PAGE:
Young man helping older man with computer

It is quite common for those without strong digital skills to be intimidated, discouraged and even scared to use technology. For these people, technology can be associated with bad experiences and failed learning attempts, resulting in lost confidence. Here are some handy hints and tips to restore confidence and enable greater digital inclusion. 

Show, don't tell
It can be frustrating for learners when they feel as though the are being lectured on how to use technology, without being shown how to complete the tasks on their own device. This can make the information seem more complicated to the learner and may be irrelevant to their current skills and knowledge.

Make sure the learner is an active part of their technology experience. If memory is a hinderance to skill retention, encourage the learner to write down notes or instructions that can be followed when they have another go at practising the skill.

Explain and show how technology can improve the life of the learner.
Sometimes learners feel as though there is no point learning how to use technology because they don't believe that it will improve their lives. Others recognise that technology could improve their lives, but the perceived pay off of learning digital skills is not worth the effort of constant practice and retention.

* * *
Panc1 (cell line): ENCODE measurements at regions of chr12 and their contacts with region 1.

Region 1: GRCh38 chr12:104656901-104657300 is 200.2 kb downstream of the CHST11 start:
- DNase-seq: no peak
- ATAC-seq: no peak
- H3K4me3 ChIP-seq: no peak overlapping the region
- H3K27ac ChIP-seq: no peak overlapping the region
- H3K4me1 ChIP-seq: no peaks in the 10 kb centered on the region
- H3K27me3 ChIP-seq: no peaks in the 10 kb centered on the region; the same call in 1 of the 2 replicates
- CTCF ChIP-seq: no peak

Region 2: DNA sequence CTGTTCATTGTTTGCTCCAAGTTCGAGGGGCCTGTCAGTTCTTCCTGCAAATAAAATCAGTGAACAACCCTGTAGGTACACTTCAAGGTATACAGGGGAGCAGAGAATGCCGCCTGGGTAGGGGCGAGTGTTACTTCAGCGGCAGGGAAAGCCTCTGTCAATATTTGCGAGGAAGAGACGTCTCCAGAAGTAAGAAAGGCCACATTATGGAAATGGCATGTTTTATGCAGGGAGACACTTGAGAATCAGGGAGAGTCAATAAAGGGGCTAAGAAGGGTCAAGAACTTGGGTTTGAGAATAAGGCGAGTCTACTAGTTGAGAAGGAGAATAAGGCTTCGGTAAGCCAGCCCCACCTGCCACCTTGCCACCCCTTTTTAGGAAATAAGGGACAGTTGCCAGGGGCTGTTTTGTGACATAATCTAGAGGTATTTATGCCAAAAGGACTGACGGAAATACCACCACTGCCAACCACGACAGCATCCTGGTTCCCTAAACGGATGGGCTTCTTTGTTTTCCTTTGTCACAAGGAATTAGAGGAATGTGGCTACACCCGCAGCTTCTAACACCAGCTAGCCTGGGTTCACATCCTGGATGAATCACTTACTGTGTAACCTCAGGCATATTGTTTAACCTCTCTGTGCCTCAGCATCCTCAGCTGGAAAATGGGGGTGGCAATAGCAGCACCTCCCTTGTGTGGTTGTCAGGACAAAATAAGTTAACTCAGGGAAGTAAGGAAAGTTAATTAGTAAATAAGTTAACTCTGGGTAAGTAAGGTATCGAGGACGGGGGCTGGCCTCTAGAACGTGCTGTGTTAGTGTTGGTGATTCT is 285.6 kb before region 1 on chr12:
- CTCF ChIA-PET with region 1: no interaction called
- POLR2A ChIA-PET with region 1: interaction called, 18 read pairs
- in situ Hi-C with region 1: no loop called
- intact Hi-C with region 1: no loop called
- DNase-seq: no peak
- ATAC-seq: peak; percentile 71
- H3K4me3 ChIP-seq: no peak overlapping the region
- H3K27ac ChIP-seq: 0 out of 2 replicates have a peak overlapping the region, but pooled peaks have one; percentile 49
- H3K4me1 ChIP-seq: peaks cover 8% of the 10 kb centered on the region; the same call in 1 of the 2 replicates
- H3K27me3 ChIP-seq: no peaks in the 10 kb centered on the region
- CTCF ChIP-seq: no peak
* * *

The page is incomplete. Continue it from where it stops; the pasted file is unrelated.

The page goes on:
Explain to learners that they can tailor their learning depending on their needs, interests and requirements. If they have grandchildren and mention them often, suggest that learning to use the camera and photos app can help them to see and share photos and videos of them. If the learner enjoys sudoko or card games, suggest that they learn to download apps so that they can play while they are out and about. 

Many people who lack digital skills have tried to learn in the past, often from digitally savvy family and friends. It is not uncommon for learners to feel like they are asking silly questions or being a burden to the person teaching them, meaning they may not try to follow up on lessons or are afraid to ask for more of their teacher's time. 

Reassurance is a major factor in increasing confidence and therefore increasing digital skills. Ensure the person knows that you are happy to help them, and they are not a burden. Also reiterate that there is no such thing as a silly question, and answer any questions with patience and care.

Remember these three tips when you are helping someone to develop their digital skills to ensure they become confident and competent digital citizens!



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